I keep session statistics with, an excellent free site that helps keep track of your stats over time. Here are my stats so far:

RESULTS FROM 2003-05-30 TO 2003-10-19 — I AM $1466.84 AHEAD OVER 142 DAYS.
EARNINGS: $1466.84 AVG. RETURN: $12.43 RETURN STD.: $149.60
WIN RATE: $5.57/HR AVG. WIN RATE: $21.22/HR WIN RATE STD.: $117.58/HR
HOURS: 263.53 AVG. HOURS: 2.23

Note that the number of hours is inflated, since I usually play 2 tables at the same time when playing online. PokerCharts also gives us the following nugget:

From 2003-05-30 to 2003-10-19 I have mostly played Hold 'Em (84% of the time), and after that Tournament Hold 'Em (16% of the time). I am most successful playing Hold 'Em ($1,324 overall), and least successful playing Tournament Hold 'Em ($143 overall). In terms of venues, I play best at PartyPoker ($2,663 overall) and worst at Hollywood Park ($-1,016 overall). I have been averaging 12.99 hours of poker a week, or 11.60% of my waking hours (assuming I sleep eight a night).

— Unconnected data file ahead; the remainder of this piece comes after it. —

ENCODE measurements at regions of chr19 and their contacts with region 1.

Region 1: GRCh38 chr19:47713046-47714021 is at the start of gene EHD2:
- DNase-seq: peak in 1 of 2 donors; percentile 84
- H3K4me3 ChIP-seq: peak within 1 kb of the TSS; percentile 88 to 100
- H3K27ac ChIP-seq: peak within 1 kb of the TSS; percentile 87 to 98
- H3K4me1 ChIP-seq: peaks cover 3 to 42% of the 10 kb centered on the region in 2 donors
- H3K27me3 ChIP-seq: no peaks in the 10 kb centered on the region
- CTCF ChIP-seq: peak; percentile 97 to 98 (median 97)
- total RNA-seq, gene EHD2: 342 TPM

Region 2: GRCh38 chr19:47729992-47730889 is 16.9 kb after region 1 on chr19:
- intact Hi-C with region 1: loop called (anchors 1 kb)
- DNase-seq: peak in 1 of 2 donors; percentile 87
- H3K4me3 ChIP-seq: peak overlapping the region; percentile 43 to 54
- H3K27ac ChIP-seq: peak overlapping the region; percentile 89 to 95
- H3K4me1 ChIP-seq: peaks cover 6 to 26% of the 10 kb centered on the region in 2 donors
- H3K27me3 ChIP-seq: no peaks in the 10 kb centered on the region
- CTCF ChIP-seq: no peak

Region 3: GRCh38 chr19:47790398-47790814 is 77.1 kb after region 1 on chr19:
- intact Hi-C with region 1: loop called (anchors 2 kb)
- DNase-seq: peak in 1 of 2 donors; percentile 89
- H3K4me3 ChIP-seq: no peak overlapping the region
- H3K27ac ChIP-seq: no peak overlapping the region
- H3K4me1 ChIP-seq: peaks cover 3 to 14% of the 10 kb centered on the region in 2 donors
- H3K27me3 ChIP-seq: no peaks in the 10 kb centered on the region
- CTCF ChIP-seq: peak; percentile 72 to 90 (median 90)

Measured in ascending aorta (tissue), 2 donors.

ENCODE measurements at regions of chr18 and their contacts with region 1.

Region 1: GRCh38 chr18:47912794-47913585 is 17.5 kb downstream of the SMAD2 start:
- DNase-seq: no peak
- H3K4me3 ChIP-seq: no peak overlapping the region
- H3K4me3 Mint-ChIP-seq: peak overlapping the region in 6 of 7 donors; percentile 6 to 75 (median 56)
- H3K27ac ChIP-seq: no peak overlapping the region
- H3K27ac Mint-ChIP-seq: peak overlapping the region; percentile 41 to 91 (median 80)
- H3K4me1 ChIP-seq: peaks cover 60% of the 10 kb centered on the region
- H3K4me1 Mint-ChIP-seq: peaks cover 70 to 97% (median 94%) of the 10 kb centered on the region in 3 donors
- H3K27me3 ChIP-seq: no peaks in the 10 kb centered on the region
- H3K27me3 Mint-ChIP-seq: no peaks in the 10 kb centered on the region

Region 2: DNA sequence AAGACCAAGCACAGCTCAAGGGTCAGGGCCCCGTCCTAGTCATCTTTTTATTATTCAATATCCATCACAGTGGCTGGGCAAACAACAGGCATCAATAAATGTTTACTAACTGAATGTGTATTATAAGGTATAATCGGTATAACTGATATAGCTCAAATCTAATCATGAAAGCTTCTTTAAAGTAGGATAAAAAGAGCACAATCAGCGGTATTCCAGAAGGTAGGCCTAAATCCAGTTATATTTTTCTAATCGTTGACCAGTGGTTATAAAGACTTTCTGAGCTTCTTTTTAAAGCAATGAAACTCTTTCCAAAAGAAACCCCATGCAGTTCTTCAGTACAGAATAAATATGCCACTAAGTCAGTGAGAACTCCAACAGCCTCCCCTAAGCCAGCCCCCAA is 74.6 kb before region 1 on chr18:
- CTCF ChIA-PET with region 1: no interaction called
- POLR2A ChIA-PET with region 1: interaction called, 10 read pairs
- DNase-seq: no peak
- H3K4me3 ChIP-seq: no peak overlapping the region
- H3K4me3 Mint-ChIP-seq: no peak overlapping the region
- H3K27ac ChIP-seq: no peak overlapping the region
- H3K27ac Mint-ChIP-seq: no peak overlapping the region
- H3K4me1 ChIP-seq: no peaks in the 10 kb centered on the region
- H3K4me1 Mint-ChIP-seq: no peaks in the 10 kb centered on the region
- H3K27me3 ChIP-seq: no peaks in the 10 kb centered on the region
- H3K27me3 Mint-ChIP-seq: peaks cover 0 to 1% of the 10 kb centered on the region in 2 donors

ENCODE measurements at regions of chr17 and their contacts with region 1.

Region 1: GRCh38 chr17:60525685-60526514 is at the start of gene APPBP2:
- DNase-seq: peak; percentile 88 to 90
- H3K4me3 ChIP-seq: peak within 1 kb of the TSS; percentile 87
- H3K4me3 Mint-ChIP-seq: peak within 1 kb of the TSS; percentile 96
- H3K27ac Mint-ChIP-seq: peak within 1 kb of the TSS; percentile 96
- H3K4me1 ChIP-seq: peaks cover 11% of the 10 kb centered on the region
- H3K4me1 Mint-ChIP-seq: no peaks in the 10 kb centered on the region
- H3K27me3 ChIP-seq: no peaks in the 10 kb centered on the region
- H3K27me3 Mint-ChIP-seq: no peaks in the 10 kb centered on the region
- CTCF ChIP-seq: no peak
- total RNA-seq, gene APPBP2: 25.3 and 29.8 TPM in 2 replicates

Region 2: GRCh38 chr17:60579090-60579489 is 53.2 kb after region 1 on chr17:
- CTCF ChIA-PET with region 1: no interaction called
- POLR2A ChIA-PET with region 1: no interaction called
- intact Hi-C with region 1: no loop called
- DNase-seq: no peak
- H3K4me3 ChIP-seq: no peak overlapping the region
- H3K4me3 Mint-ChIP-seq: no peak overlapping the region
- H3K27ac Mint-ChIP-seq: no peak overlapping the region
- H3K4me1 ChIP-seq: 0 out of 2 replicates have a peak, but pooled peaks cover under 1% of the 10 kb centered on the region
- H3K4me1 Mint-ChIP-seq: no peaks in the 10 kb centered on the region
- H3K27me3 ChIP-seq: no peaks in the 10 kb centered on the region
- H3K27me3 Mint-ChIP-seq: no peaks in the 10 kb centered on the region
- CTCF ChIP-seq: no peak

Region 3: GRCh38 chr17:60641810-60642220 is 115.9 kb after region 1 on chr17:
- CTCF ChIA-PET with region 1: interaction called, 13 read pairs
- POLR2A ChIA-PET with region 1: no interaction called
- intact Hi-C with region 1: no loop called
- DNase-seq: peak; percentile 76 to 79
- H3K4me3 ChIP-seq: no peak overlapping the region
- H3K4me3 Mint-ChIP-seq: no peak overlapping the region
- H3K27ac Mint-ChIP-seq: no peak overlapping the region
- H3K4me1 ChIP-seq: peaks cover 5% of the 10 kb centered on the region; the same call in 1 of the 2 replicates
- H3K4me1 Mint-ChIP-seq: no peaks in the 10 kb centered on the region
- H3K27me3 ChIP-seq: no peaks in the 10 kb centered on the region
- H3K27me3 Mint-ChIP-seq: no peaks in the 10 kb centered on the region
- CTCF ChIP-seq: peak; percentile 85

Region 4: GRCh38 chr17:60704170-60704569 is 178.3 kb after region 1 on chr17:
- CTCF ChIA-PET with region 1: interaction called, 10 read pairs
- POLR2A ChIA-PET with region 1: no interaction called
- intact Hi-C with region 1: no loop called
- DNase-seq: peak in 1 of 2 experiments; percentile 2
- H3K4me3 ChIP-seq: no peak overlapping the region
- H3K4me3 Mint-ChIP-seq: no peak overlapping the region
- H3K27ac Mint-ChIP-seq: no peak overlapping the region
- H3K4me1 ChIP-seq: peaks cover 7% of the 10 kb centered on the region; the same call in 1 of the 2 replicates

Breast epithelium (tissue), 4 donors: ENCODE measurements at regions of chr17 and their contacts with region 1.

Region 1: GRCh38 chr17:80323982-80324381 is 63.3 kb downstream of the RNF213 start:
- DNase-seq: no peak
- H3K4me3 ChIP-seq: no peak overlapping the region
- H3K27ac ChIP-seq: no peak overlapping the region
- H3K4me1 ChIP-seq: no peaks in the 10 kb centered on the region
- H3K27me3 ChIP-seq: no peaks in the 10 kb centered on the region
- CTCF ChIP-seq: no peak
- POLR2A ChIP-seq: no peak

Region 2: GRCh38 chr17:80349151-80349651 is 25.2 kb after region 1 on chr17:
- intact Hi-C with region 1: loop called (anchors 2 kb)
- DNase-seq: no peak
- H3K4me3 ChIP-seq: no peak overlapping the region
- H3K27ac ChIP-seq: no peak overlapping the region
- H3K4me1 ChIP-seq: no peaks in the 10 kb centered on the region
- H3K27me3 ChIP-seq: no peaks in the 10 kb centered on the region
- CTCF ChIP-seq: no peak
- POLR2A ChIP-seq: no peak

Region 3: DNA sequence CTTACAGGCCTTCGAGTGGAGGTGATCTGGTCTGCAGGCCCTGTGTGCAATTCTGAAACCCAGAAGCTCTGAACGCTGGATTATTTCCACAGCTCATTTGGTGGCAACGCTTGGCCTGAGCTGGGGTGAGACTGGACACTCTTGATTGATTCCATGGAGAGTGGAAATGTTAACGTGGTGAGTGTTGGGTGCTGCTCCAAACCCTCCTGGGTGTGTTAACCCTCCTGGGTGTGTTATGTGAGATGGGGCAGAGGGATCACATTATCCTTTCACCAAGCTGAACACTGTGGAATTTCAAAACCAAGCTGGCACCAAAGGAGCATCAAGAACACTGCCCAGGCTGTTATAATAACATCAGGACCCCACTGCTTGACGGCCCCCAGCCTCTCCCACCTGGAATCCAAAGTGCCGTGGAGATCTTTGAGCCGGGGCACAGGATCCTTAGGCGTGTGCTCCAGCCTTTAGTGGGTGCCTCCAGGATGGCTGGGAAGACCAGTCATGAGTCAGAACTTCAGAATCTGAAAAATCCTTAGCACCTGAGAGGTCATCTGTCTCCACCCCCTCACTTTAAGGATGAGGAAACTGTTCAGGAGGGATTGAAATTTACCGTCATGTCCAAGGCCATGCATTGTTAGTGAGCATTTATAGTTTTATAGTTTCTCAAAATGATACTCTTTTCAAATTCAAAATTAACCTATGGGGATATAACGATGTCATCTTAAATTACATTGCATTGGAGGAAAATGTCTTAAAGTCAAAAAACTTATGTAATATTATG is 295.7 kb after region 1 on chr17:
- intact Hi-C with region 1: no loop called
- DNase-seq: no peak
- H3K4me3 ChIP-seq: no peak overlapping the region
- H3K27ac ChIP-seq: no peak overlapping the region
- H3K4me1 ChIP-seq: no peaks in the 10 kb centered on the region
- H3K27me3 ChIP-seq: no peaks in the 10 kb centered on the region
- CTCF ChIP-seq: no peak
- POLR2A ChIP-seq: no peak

I have moved up the limits to play $6-12 at B&M and $5-10 online (two tables). This is a little bit over my head bankroll wise, although I have a good job and some savings, so I suppose I'm in decent shape as far as bankroll goes. It is worth noting that in the last week, I have had both my biggest losing session and my biggest winning session. The biggest loser was at a wild weekend no fold em $6.12 game at Hollywood Park: $-680 in 9 hours! I had all kinds of bad beats, and while playing pretty well overall, I loosened up a bit too much at the end of the night, so I attribute a good portion of the loss to a lesser form of tilt. Luckily 3 days later (after vowing to "take a break" from poker) I was able to book a $660 win playing 2 party $5.10 tables for only an hour and fifteen minutes. There were a couple players just giving their money away, and I caught a nice run of cards... needless to say I felt a lot better about the big loss... and my best hourly win rate was 4 times greater than my worst hourly loss rate!

That's it for my introduction. Hopefully this journal will help me improve my game, as well as give me a chance to develop some thoughts worth developing. And if it gives some readers a few laughs or nods of recognition along the way, that would be nice too...